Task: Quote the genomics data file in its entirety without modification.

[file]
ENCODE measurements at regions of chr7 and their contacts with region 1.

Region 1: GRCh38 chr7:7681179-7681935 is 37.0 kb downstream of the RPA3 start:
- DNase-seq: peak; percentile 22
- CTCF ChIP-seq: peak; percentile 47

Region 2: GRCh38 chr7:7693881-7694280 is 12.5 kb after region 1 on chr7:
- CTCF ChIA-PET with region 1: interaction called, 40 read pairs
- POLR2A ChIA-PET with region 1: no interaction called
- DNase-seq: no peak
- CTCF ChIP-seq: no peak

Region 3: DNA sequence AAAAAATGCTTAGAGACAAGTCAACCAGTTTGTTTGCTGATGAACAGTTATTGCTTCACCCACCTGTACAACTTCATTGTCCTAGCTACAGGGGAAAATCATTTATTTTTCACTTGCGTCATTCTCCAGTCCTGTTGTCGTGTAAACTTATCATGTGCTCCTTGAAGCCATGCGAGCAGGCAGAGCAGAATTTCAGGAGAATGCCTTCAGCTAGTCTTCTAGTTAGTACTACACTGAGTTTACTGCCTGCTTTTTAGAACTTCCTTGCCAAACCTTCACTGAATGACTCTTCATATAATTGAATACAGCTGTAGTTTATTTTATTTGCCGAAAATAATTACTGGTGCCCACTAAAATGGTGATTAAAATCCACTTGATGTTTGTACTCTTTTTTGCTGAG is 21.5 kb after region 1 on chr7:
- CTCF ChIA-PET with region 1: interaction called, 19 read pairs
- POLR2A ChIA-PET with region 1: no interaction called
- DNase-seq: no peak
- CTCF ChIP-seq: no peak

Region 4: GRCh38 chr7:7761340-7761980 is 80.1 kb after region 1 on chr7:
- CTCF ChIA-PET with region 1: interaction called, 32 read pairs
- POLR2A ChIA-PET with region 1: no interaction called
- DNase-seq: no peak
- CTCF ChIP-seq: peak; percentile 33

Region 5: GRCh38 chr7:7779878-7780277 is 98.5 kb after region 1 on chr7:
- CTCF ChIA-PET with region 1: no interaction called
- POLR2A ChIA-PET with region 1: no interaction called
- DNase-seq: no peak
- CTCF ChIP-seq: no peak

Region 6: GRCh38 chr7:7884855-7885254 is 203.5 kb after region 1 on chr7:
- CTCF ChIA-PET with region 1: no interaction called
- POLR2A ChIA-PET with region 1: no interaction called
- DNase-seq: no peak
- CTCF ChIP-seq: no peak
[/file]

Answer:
ENCODE measurements at regions of chr7 and their contacts with region 1.

Region 1: GRCh38 chr7:7681179-7681935 is 37.0 kb downstream of the RPA3 start:
- DNase-seq: peak; percentile 22
- CTCF ChIP-seq: peak; percentile 47

Region 2: GRCh38 chr7:7693881-7694280 is 12.5 kb after region 1 on chr7:
- CTCF ChIA-PET with region 1: interaction called, 40 read pairs
- POLR2A ChIA-PET with region 1: no interaction called
- DNase-seq: no peak
- CTCF ChIP-seq: no peak

Region 3: DNA sequence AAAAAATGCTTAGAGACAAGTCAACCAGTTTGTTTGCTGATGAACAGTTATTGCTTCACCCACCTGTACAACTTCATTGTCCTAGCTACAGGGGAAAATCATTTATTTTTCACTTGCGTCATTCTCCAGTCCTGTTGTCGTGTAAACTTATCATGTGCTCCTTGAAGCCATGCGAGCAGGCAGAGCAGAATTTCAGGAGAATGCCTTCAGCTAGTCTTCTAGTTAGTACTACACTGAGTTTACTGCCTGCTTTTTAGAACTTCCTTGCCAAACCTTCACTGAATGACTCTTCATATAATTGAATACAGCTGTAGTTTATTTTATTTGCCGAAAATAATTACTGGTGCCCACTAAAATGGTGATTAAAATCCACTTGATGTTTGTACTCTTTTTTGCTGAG is 21.5 kb after region 1 on chr7:
- CTCF ChIA-PET with region 1: interaction called, 19 read pairs
- POLR2A ChIA-PET with region 1: no interaction called
- DNase-seq: no peak
- CTCF ChIP-seq: no peak

Region 4: GRCh38 chr7:7761340-7761980 is 80.1 kb after region 1 on chr7:
- CTCF ChIA-PET with region 1: interaction called, 32 read pairs
- POLR2A ChIA-PET with region 1: no interaction called
- DNase-seq: no peak
- CTCF ChIP-seq: peak; percentile 33

Region 5: GRCh38 chr7:7779878-7780277 is 98.5 kb after region 1 on chr7:
- CTCF ChIA-PET with region 1: no interaction called
- POLR2A ChIA-PET with region 1: no interaction called
- DNase-seq: no peak
- CTCF ChIP-seq: no peak

Region 6: GRCh38 chr7:7884855-7885254 is 203.5 kb after region 1 on chr7:
- CTCF ChIA-PET with region 1: no interaction called
- POLR2A ChIA-PET with region 1: no interaction called
- DNase-seq: no peak
- CTCF ChIP-seq: no peak